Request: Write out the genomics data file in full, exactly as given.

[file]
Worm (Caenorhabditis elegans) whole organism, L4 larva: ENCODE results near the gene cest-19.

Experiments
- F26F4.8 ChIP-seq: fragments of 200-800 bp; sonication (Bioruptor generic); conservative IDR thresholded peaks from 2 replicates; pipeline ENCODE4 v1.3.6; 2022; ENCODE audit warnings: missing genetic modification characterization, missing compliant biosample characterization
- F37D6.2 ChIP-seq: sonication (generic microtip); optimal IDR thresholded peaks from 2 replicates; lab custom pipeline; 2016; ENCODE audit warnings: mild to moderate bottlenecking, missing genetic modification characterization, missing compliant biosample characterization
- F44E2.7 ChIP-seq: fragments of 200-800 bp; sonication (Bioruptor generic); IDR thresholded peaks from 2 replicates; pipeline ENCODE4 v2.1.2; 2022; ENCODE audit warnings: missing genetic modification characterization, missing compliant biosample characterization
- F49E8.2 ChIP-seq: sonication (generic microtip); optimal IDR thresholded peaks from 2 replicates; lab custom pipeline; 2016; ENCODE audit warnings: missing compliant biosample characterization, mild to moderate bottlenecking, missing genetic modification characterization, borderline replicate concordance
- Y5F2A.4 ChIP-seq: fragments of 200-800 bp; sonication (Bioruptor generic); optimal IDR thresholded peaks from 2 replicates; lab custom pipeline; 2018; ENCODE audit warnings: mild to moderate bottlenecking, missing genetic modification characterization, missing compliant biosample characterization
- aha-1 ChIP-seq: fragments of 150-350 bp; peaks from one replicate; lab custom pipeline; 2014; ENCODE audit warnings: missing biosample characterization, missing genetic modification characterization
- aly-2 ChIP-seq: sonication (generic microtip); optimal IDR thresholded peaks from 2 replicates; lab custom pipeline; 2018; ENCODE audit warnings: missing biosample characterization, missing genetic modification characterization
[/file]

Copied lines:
Worm (Caenorhabditis elegans) whole organism, L4 larva: ENCODE results near the gene cest-19.

Experiments
- F26F4.8 ChIP-seq: fragments of 200-800 bp; sonication (Bioruptor generic); conservative IDR thresholded peaks from 2 replicates; pipeline ENCODE4 v1.3.6; 2022; ENCODE audit warnings: missing genetic modification characterization, missing compliant biosample characterization
- F37D6.2 ChIP-seq: sonication (generic microtip); optimal IDR thresholded peaks from 2 replicates; lab custom pipeline; 2016; ENCODE audit warnings: mild to moderate bottlenecking, missing genetic modification characterization, missing compliant biosample characterization
- F44E2.7 ChIP-seq: fragments of 200-800 bp; sonication (Bioruptor generic); IDR thresholded peaks from 2 replicates; pipeline ENCODE4 v2.1.2; 2022; ENCODE audit warnings: missing genetic modification characterization, missing compliant biosample characterization
- F49E8.2 ChIP-seq: sonication (generic microtip); optimal IDR thresholded peaks from 2 replicates; lab custom pipeline; 2016; ENCODE audit warnings: missing compliant biosample characterization, mild to moderate bottlenecking, missing genetic modification characterization, borderline replicate concordance
- Y5F2A.4 ChIP-seq: fragments of 200-800 bp; sonication (Bioruptor generic); optimal IDR thresholded peaks from 2 replicates; lab custom pipeline; 2018; ENCODE audit warnings: mild to moderate bottlenecking, missing genetic modification characterization, missing compliant biosample characterization
- aha-1 ChIP-seq: fragments of 150-350 bp; peaks from one replicate; lab custom pipeline; 2014; ENCODE audit warnings: missing biosample characterization, missing genetic modification characterization
- aly-2 ChIP-seq: sonication (generic microtip); optimal IDR thresholded peaks from 2 replicates; lab custom pipeline; 2018; ENCODE audit warnings: missing biosample characterization, missing genetic modification characterization